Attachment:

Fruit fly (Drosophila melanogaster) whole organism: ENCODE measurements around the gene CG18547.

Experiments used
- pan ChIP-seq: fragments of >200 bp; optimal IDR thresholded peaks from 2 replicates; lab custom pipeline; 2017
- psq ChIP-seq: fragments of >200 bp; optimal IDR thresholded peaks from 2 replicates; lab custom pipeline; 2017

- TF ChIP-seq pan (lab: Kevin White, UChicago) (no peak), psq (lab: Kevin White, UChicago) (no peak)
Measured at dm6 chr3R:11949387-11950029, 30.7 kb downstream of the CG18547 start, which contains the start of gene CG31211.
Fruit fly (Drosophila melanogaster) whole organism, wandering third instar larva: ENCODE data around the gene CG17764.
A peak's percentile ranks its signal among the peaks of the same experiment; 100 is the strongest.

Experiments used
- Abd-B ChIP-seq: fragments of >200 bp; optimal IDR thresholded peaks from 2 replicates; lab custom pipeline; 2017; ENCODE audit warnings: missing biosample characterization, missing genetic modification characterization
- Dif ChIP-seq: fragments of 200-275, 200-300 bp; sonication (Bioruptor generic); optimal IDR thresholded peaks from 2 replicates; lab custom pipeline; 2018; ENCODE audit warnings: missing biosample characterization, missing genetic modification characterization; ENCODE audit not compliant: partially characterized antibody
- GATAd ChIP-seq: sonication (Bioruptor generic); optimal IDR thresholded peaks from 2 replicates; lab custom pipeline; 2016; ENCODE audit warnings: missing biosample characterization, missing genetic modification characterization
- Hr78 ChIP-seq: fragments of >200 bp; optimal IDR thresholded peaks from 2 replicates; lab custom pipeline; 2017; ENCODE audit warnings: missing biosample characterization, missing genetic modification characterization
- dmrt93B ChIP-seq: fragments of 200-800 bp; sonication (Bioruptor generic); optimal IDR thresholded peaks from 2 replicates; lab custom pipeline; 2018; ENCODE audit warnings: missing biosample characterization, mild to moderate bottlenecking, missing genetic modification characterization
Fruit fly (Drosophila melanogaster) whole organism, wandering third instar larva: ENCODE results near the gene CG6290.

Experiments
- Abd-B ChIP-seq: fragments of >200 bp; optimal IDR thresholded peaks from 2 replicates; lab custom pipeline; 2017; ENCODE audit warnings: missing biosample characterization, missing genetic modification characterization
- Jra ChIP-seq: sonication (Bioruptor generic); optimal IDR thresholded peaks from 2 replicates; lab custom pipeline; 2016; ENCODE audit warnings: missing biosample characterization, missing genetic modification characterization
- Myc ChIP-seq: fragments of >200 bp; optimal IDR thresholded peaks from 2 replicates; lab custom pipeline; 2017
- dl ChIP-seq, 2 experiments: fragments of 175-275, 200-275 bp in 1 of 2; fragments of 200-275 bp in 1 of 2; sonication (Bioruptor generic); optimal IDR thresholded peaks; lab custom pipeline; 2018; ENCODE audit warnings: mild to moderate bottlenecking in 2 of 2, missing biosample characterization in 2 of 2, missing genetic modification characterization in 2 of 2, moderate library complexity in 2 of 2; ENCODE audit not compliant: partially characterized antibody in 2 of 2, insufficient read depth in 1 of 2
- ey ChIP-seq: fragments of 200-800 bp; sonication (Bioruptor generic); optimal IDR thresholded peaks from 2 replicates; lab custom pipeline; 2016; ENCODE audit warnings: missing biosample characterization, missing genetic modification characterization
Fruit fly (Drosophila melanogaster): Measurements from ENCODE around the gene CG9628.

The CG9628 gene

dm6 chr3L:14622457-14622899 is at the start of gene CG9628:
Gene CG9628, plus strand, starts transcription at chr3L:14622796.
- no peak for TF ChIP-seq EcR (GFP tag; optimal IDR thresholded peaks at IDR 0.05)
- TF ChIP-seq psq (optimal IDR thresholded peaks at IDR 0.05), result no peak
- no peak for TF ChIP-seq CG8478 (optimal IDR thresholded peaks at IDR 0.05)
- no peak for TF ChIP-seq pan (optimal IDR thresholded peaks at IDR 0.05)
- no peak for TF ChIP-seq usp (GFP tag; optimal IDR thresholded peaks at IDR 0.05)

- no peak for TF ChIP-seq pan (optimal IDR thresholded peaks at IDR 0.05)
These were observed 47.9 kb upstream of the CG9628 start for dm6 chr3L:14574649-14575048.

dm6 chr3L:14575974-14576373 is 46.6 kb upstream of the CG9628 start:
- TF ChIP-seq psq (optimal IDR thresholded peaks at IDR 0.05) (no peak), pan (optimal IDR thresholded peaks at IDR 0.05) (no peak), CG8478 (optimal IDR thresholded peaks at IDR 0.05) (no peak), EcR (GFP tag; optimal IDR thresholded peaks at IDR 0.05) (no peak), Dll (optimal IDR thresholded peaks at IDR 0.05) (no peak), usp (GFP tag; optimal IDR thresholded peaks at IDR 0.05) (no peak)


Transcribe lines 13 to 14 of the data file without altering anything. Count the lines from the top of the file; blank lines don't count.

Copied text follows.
- Hr78 ChIP-seq: fragments of >200 bp; optimal IDR thresholded peaks from 2 replicates; lab custom pipeline; 2017; ENCODE audit warnings: missing biosample characterization, missing genetic modification characterization
- dmrt93B ChIP-seq: fragments of 200-800 bp; sonication (Bioruptor generic); optimal IDR thresholded peaks from 2 replicates; lab custom pipeline; 2018; ENCODE audit warnings: missing biosample characterization, mild to moderate bottlenecking, missing genetic modification characterization